Depression in Women

Causes and Risk Factors for Depression

There is no single cause of depression in women. In fact, research scientists continue to search for the exact cause or causes. They do, however, know of a number of risk factors that increase a woman's chances of developing depression. Some risk factors include:
  • Hormonal factors, including menstrual cycle changes, pregnancy, miscarriage, the postpartum period, perimenopause, and menopause
  • Stress, including stress at work and home, as well as stress brought on by single parenthood or caring for aging parents
  • Family history of depression, although it can also occur in people with no family history
  • Chemical imbalance, or changes in the brain chemistry.
A recent study showed that in the case of severe premenstrual syndrome (PMS), women with a pre-existing vulnerability to PMS experienced relief from mood and physical symptoms when their sex hormones were suppressed. Shortly after the hormones were reintroduced, they again developed symptoms of PMS. Women without a history of PMS reported no effects of the hormonal manipulation.

Signs of Depression in Women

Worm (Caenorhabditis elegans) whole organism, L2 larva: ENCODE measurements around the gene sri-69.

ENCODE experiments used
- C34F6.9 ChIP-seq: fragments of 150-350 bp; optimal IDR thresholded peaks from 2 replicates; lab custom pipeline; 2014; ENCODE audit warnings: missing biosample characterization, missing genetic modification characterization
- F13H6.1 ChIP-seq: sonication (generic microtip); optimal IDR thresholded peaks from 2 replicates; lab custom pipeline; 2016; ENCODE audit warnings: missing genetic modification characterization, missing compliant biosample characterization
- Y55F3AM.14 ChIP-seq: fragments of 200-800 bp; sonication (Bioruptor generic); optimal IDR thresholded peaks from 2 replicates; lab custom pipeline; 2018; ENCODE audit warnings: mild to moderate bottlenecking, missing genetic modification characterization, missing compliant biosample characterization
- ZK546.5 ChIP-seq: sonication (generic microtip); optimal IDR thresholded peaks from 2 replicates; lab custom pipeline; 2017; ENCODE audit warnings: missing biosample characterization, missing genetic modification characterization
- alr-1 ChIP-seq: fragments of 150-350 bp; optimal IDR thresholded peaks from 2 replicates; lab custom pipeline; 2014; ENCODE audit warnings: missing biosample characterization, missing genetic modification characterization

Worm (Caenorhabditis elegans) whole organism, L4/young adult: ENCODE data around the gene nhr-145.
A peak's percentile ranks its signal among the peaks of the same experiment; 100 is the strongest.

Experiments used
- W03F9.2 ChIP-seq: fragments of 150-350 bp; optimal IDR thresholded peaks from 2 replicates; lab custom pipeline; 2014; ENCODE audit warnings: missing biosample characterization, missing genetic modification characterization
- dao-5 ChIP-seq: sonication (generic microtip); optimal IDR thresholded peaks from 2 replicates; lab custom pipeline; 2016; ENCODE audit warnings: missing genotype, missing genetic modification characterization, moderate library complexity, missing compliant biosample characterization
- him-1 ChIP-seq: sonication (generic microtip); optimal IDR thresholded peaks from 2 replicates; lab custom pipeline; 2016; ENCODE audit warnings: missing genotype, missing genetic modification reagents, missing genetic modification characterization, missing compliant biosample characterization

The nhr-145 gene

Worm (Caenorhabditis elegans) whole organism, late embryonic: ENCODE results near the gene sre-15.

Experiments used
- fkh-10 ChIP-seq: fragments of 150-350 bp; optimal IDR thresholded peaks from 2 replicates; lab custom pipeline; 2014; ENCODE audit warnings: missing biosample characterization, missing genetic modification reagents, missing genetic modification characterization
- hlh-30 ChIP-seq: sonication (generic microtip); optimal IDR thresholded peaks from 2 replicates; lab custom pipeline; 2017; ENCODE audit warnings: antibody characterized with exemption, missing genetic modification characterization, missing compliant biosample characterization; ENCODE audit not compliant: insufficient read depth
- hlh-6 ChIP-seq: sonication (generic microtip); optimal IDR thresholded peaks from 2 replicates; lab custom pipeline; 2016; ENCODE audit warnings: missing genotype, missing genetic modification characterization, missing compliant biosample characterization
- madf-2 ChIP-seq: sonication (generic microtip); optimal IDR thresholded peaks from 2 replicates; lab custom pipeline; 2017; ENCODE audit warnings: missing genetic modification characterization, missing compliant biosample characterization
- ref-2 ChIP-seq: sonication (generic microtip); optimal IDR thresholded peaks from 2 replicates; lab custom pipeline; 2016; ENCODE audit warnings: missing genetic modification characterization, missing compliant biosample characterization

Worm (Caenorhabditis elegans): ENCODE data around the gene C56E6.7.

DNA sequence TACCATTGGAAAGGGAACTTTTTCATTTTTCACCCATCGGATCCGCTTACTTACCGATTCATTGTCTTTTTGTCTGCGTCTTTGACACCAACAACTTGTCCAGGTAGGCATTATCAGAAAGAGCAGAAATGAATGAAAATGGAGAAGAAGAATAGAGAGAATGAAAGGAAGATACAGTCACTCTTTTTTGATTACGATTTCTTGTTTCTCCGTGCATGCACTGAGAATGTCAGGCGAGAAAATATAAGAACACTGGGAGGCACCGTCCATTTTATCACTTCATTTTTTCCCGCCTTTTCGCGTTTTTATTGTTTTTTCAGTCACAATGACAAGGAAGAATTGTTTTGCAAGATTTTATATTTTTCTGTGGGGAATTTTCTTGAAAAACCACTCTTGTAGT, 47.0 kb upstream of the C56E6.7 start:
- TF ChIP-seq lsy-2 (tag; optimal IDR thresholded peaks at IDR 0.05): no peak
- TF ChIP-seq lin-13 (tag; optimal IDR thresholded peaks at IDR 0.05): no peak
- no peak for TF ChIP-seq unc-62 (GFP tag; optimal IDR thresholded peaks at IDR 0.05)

Not all women with depression have the same symptoms. Some women might have only a few symptoms, while others may have several. If you have one or more of the following symptoms of depression for more than two weeks or months at a time, see your healthcare provider. Some possible depression symptoms include:
  • Feeling sad, anxious, or "empty"
  • Feeling hopeless
  • Loss of interest in hobbies and activities that you once enjoyed, including sex
  • Decreased energy
  • Difficulty staying focused, remembering, or making decisions
  • Sleeplessness, early-morning awakening, or oversleeping and not wanting to get up
  • Lack of desire to eat and weight loss, or eating to "feel better" and weight gain
  • Thoughts of hurting yourself
  • Thoughts of death or suicide
  • Being easily annoyed, bothered, or angered
  • Constant physical symptoms that do not get better with treatment, such as headaches, upset stomach, and pain that does not go away.
Keep in mind that having some symptoms of depression does not mean a woman is clinically depressed. For example, it is not unusual for those who have lost a loved one to feel sad, helpless, and disinterested in regular activities. Only when these symptoms persist for an unusually long time is there reason to suspect that grief has become depressive illness.
Similarly, living with the stress of potential layoffs, heavy workloads, or financial or family problems may cause irritability and "the blues." Up to a point, such feelings are simply a part of human experience. But when these feelings increase in duration and intensity and an individual is unable to function as usual, what seemed to be a temporary mood may have become a clinical illness. That is why if you are experiencing any of the symptoms mentioned, you should talk with your healthcare provider.
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Mental Depression

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